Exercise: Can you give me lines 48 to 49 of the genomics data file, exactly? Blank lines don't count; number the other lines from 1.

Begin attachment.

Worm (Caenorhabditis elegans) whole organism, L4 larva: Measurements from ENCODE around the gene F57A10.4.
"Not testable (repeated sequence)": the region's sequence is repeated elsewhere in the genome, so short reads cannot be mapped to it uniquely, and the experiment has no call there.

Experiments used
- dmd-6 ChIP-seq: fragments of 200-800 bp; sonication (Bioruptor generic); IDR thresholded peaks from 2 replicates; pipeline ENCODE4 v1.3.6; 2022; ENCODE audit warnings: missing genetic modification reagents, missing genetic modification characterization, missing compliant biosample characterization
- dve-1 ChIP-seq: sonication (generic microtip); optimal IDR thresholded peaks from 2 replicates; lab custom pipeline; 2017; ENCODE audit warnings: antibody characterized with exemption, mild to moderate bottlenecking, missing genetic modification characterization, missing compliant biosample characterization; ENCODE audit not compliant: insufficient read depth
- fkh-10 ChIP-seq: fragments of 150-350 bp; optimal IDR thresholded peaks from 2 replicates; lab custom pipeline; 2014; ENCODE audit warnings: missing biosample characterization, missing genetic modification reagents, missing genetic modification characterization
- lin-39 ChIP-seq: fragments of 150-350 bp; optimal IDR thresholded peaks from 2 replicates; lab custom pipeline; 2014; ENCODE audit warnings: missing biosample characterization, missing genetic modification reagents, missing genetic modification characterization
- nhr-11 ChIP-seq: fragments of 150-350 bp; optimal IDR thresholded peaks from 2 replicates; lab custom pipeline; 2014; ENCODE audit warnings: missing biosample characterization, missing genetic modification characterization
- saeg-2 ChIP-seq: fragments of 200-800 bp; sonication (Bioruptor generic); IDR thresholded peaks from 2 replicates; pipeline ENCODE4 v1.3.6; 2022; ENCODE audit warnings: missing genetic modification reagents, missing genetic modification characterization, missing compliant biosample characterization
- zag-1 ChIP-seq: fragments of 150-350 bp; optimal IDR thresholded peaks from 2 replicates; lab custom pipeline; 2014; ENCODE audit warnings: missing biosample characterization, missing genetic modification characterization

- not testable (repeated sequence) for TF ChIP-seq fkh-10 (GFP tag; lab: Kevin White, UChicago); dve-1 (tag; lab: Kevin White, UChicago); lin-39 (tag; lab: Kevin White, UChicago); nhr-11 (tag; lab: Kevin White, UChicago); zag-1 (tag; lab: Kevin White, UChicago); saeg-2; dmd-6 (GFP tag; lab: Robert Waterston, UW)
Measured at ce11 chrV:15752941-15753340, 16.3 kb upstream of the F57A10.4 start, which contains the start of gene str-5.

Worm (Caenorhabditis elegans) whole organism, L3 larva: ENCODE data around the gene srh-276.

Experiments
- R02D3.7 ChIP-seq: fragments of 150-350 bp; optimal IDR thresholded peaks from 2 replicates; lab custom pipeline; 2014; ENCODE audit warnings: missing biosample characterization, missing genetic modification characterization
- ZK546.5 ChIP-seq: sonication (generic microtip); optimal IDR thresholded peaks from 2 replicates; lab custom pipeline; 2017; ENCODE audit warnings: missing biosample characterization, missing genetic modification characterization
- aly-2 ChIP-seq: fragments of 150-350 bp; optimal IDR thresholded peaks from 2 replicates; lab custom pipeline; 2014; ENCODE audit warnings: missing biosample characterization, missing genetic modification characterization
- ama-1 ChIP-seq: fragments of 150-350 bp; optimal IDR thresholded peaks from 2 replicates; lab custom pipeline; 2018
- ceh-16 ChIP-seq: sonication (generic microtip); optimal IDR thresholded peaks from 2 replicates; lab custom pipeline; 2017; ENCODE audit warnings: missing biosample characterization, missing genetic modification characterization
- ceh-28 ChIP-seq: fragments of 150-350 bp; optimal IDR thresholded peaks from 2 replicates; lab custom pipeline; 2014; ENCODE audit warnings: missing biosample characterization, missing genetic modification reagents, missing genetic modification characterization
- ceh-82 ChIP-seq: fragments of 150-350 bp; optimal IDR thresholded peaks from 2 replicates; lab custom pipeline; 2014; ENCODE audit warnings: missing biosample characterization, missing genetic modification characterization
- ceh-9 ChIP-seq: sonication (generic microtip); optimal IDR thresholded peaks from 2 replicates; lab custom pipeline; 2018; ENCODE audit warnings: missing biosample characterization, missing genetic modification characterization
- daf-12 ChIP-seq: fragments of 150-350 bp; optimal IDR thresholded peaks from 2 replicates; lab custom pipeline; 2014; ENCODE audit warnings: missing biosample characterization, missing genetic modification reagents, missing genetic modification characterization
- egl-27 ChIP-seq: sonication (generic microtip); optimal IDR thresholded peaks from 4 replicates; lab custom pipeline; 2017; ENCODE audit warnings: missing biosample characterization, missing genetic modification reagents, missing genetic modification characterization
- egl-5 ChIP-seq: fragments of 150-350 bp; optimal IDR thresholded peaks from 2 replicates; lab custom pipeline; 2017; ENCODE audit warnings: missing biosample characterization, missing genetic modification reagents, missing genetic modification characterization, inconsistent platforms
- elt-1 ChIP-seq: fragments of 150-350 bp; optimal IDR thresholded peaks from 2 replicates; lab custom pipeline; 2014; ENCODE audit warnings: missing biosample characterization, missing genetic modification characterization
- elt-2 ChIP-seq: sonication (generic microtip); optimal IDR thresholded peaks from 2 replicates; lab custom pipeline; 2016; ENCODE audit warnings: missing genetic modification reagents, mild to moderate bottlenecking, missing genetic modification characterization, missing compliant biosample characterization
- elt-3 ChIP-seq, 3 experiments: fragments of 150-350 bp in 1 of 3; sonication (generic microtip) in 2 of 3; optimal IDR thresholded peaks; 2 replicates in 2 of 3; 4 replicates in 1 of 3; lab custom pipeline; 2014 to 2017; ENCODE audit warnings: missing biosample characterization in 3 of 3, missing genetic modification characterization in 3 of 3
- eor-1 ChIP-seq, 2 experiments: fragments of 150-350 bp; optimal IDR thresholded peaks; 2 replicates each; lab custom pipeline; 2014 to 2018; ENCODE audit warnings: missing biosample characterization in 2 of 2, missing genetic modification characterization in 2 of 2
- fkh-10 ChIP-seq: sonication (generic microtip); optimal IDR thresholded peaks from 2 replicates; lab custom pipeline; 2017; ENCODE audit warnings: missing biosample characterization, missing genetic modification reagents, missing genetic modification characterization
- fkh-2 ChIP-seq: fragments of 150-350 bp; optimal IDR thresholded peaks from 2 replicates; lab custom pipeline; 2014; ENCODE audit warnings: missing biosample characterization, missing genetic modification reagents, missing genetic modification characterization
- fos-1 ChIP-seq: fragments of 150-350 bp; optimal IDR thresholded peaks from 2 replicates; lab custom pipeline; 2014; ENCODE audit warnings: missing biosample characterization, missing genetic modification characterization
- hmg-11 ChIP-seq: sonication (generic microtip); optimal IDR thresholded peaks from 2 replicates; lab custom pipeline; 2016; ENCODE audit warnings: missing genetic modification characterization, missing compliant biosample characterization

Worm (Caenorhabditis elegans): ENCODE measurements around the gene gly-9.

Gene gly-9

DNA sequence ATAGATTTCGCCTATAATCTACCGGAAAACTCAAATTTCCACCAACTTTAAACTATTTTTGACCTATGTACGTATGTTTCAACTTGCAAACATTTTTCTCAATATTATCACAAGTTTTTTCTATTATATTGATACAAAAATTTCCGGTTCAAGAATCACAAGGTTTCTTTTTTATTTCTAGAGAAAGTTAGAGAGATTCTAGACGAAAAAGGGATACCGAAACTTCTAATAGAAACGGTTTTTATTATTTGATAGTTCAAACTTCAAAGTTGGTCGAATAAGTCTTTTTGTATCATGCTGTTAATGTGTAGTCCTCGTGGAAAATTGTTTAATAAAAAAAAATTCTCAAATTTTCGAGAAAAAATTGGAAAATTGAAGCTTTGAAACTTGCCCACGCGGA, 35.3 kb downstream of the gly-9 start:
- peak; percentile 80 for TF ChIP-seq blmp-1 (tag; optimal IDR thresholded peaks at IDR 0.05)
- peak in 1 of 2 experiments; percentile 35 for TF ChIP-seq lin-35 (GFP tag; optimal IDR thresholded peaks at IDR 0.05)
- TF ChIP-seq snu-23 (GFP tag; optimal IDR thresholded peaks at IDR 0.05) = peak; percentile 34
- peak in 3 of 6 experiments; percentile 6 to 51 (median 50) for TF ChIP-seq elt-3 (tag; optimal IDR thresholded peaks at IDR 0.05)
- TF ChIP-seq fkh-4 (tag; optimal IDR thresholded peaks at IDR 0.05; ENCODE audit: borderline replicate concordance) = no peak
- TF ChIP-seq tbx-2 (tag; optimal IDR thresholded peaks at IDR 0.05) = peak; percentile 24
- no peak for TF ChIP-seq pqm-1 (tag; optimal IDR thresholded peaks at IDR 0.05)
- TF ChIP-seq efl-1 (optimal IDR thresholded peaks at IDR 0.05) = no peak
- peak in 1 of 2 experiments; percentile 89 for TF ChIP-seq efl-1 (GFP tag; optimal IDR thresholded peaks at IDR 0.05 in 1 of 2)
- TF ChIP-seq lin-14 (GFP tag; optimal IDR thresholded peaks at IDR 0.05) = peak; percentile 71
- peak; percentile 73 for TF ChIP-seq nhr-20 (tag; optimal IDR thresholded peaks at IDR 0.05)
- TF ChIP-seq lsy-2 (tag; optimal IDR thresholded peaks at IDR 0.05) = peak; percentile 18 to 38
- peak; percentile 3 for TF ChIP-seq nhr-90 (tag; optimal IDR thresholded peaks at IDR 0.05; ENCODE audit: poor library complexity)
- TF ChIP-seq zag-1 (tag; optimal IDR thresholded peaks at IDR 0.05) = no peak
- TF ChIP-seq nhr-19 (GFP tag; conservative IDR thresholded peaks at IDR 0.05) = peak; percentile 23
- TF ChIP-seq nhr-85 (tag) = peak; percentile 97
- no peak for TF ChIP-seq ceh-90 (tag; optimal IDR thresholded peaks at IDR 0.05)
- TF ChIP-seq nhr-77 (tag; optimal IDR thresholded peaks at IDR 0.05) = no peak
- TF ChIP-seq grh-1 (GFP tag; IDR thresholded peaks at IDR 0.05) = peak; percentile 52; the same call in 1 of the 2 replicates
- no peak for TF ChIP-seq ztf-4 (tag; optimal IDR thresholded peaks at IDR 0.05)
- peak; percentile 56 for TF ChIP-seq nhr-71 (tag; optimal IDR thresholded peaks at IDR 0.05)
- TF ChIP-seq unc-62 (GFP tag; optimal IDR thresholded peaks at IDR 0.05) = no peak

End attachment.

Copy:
- TF ChIP-seq lsy-2 (tag; optimal IDR thresholded peaks at IDR 0.05) = peak; percentile 18 to 38
- peak; percentile 3 for TF ChIP-seq nhr-90 (tag; optimal IDR thresholded peaks at IDR 0.05; ENCODE audit: poor library complexity)